15 Apr How I Made My First Capsule Wardrobe
My friend Nessa is a clothes whisperer. Like for real. She came to my house, spoke gently to my clothing, and found the style hidden within.
This was not an easy task. I’d been kicking around the idea of creating a capsule wardrobe for some time, but I just couldn’t pull the trigger and get ‘er done. I already had a small collection of clothing that I’d slowly whittled down over my years of minimalist conversion, but I just couldn’t grasp exactly how to go about creating one of those lovely little capsule wardrobes I saw online.
If you’re not sure what a capsule wardrobe is, check out Project 333 and Unfancy, minimalist blogs written by fashion-conscious folks much more expert than I. Or suffice with my laymen’s definition: a capsule wardrobe is a minimalist wardrobe designed to be worn for one season. Most capsule wardrobes have about 30-40 pieces total (piece = one piece of clothing). Note: undies, workout clothes, and pjs don’t count.
Even though I understood the principles of a capsule wardrobe, I still couldn’t make it a reality in my closet. Thus, I did what any fashion-challenged person should do: enlist the help of a fabulously-dressed friend. Enter Nessa.
I met Nessa one year ago when she moved to my little Dayton, Ohio suburb. Our kids went to the same preschool and we both belonged to the same moms group. What I noticed immediately about her was not that she had three kids (that’s pretty much protocol around here) or that she rocked the baby carrier while hustling two toddlers into preschool (again, protocol). What I noticed was her style. Girl always looked fabulous. Baby carrier and all. I was miffed. How did she do it? The rest of us dropped our kids off in the suburban mom uniform: yoga pants, tennies, and hoodie (alternating with fleece, depending on the weather)–while Nessa consistently looked like a candidate for US Weekly’s “Who Wore It Best?”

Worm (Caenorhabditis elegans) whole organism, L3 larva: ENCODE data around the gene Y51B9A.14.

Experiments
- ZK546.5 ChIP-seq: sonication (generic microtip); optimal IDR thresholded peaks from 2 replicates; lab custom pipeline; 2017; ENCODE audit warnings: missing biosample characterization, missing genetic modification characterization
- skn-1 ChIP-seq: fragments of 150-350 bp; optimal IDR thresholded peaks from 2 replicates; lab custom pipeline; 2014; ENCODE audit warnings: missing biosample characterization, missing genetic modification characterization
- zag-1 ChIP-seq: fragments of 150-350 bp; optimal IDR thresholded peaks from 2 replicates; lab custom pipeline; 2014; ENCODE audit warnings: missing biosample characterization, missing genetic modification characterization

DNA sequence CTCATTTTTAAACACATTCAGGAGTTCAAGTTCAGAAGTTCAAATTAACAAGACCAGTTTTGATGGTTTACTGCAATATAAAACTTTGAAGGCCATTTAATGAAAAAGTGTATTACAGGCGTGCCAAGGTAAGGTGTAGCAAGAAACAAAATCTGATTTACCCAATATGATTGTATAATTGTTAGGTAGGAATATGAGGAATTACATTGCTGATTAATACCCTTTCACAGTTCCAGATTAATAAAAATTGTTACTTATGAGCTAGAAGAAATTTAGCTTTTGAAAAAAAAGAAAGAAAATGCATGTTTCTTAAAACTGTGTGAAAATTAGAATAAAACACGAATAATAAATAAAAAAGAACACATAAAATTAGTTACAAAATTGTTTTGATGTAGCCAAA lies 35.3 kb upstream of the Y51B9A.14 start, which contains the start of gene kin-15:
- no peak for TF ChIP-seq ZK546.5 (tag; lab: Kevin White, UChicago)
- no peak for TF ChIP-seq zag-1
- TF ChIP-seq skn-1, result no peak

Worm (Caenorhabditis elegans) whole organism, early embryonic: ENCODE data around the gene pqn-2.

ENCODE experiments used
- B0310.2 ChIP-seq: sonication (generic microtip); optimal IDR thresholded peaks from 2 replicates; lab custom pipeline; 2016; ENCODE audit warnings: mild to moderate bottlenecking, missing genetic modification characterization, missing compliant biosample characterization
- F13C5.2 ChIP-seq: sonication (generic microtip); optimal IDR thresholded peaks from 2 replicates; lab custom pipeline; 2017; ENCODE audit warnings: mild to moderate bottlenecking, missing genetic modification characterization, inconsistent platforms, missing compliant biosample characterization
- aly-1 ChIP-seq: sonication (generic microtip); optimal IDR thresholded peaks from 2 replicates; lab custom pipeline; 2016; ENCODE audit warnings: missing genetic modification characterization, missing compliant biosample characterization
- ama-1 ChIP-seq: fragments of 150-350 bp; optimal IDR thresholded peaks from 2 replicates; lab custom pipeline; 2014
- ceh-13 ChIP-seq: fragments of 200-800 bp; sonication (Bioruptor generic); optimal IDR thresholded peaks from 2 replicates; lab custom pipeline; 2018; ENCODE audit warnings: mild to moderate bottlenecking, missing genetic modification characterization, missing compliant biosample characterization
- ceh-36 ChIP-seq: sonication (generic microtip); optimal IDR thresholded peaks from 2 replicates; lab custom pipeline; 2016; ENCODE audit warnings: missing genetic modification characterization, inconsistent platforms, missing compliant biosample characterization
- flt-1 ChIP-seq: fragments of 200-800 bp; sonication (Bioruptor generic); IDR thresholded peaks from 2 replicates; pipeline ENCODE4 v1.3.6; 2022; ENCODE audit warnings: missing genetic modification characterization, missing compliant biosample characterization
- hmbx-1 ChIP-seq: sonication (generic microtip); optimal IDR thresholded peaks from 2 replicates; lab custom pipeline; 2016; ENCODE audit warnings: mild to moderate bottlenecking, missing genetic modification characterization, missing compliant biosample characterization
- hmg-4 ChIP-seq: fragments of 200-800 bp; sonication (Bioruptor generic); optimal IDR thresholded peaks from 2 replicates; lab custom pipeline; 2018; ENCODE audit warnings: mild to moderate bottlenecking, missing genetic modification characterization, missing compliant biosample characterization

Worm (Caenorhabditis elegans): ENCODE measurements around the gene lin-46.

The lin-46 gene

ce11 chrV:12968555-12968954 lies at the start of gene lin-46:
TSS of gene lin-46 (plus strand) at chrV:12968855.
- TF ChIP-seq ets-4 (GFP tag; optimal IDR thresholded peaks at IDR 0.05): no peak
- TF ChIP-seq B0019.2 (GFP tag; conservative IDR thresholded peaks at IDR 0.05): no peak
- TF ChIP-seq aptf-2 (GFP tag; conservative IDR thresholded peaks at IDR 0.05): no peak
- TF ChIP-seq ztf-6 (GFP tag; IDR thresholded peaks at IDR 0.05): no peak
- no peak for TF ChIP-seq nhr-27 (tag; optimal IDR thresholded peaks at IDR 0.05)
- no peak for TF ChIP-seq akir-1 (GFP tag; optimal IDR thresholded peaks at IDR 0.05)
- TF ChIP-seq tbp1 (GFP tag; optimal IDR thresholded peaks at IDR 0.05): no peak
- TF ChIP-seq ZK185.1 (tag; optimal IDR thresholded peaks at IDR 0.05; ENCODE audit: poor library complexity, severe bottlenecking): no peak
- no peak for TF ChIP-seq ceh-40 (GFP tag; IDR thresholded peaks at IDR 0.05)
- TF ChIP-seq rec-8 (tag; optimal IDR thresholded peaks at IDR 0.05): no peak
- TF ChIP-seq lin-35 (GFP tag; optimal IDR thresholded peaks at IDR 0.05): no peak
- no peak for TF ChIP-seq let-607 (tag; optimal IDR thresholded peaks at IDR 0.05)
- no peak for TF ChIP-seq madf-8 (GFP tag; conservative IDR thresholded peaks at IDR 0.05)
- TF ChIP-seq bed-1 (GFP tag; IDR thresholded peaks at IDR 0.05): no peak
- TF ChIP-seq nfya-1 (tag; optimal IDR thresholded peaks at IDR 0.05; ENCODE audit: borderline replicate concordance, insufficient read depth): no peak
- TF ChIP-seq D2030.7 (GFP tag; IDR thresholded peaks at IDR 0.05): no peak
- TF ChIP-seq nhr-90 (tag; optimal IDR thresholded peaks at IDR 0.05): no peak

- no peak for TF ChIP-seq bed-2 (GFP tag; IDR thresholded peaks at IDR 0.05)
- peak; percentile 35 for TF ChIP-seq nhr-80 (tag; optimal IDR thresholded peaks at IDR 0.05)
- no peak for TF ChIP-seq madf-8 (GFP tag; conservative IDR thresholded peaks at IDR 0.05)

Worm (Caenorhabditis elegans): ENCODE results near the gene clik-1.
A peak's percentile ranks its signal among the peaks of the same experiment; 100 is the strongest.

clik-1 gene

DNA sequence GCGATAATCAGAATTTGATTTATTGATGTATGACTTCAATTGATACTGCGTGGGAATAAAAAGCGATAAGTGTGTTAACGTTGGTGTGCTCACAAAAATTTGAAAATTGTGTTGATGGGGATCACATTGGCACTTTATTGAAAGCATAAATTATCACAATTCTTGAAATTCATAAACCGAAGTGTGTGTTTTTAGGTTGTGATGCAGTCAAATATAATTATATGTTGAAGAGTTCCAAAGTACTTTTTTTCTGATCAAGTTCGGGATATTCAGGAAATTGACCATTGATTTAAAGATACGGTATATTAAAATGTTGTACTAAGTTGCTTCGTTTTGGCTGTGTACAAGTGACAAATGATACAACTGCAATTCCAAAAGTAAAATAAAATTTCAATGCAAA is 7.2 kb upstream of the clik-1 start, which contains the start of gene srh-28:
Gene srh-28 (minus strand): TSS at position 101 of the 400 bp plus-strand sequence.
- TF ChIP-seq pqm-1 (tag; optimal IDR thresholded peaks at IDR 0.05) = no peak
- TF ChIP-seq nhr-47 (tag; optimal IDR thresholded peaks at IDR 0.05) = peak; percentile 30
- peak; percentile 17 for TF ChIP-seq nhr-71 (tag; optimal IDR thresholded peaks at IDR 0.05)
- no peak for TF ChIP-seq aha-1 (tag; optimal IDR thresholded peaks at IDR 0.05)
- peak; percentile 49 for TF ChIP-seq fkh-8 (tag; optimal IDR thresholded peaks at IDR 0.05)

Over the past year, I’ve gotten to know Nessa and discovered that, besides being fashionable, she’s also a super nice person. I also uncovered her fashion secret: a capsule wardrobe.
When I told her I wanted help with my clothing, she first asked me to start paying attention to how I felt in my clothes, noticing which outfits I liked and which seemed like “a silent backdrop to my day” (that’s an exact quote from her email response to my fashion-help plea… love it!).
So I paid close attention to my clothes for one week, and even this small step was amazing. I dressed better. I reached for the clothes in my closet I typically reserved for “going out” and wore them on what I considered “normal” days. I noticed that I often wear clothes I don’t really like, because I feel like I should only “dress up” for “occasions.” (Sorry for the excess quotation marks, but a big part of my capsule wardrobe process involved re-thinking how I label the day-to-day events of my life… more on that later.)
True story: one day I put on a casual cotton dress I’ve literally worn hundreds of times, walked around for about 10 minutes, then went upstairs and put the entire outfit in my donate box. Why? Because I was paying attention to my clothing, I realized I felt uncomfortable. I didn’t like the way the dress fit on my waist. I could never tell if I needed to pull it up or down. It was quite a shock to realize I’ve never liked that dress. And I’ve worn it for years.
So when Nessa showed up after my week of clothes-attention, I was already in the process of sloughing off the unloved parts of my wardrobe. I actually thought she didn’t have her work cut out for her. I was already a minimalist, and my wardrobe wasn’t large. How hard could it be to make a capsule wardrobe for me? Ah, pride cometh before the fall…